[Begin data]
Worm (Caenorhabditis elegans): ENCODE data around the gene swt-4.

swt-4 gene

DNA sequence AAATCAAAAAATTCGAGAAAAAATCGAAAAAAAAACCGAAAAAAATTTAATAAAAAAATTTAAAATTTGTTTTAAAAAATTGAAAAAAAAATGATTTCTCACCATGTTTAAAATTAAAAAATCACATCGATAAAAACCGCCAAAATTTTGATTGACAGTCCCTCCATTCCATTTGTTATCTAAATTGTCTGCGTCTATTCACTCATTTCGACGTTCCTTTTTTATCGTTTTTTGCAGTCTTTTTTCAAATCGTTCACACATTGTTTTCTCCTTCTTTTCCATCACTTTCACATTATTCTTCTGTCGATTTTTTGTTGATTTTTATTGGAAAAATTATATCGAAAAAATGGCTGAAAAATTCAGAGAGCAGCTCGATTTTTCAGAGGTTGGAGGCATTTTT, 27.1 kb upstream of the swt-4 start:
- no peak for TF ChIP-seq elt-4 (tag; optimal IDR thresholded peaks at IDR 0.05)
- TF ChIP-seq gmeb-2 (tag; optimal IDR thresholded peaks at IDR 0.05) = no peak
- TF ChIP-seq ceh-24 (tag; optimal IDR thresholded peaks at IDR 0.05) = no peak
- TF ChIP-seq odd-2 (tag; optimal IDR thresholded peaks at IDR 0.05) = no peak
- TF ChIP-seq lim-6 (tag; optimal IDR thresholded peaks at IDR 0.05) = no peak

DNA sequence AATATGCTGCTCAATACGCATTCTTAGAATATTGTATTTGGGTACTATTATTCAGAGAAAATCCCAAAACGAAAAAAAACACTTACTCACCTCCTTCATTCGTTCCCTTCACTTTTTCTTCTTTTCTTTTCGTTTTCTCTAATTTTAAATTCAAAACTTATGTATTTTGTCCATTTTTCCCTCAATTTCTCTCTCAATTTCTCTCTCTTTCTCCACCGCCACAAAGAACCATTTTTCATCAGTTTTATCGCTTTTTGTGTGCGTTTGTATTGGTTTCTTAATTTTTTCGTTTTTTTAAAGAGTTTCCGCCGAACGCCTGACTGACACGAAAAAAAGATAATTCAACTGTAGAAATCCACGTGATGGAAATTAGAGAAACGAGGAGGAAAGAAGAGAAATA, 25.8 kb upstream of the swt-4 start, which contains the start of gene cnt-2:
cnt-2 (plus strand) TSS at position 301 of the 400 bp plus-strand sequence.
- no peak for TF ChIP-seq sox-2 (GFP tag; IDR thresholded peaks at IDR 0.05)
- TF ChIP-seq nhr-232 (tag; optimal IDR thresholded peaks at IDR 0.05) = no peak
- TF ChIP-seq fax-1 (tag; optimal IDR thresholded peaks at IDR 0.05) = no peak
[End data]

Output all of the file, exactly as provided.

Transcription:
Worm (Caenorhabditis elegans): ENCODE data around the gene swt-4.

swt-4 gene

DNA sequence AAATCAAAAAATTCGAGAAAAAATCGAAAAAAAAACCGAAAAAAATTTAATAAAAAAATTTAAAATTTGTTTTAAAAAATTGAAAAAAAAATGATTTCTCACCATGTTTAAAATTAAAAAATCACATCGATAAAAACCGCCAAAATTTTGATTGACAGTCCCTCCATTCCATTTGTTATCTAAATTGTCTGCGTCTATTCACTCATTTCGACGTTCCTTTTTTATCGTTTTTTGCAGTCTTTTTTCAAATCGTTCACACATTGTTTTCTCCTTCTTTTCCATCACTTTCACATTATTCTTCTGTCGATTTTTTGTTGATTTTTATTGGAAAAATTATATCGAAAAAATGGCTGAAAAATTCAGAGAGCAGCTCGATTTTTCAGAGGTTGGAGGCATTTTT, 27.1 kb upstream of the swt-4 start:
- no peak for TF ChIP-seq elt-4 (tag; optimal IDR thresholded peaks at IDR 0.05)
- TF ChIP-seq gmeb-2 (tag; optimal IDR thresholded peaks at IDR 0.05) = no peak
- TF ChIP-seq ceh-24 (tag; optimal IDR thresholded peaks at IDR 0.05) = no peak
- TF ChIP-seq odd-2 (tag; optimal IDR thresholded peaks at IDR 0.05) = no peak
- TF ChIP-seq lim-6 (tag; optimal IDR thresholded peaks at IDR 0.05) = no peak

DNA sequence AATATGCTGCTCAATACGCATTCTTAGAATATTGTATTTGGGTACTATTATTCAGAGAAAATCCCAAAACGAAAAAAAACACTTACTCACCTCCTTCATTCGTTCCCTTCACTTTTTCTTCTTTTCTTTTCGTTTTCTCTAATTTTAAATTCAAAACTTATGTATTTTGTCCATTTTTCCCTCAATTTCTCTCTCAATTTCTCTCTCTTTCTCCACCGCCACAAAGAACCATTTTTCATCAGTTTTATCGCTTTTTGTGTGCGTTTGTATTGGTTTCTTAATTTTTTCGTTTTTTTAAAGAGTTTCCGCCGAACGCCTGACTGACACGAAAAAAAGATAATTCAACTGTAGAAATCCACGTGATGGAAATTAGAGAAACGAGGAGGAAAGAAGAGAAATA, 25.8 kb upstream of the swt-4 start, which contains the start of gene cnt-2:
cnt-2 (plus strand) TSS at position 301 of the 400 bp plus-strand sequence.
- no peak for TF ChIP-seq sox-2 (GFP tag; IDR thresholded peaks at IDR 0.05)
- TF ChIP-seq nhr-232 (tag; optimal IDR thresholded peaks at IDR 0.05) = no peak
- TF ChIP-seq fax-1 (tag; optimal IDR thresholded peaks at IDR 0.05) = no peak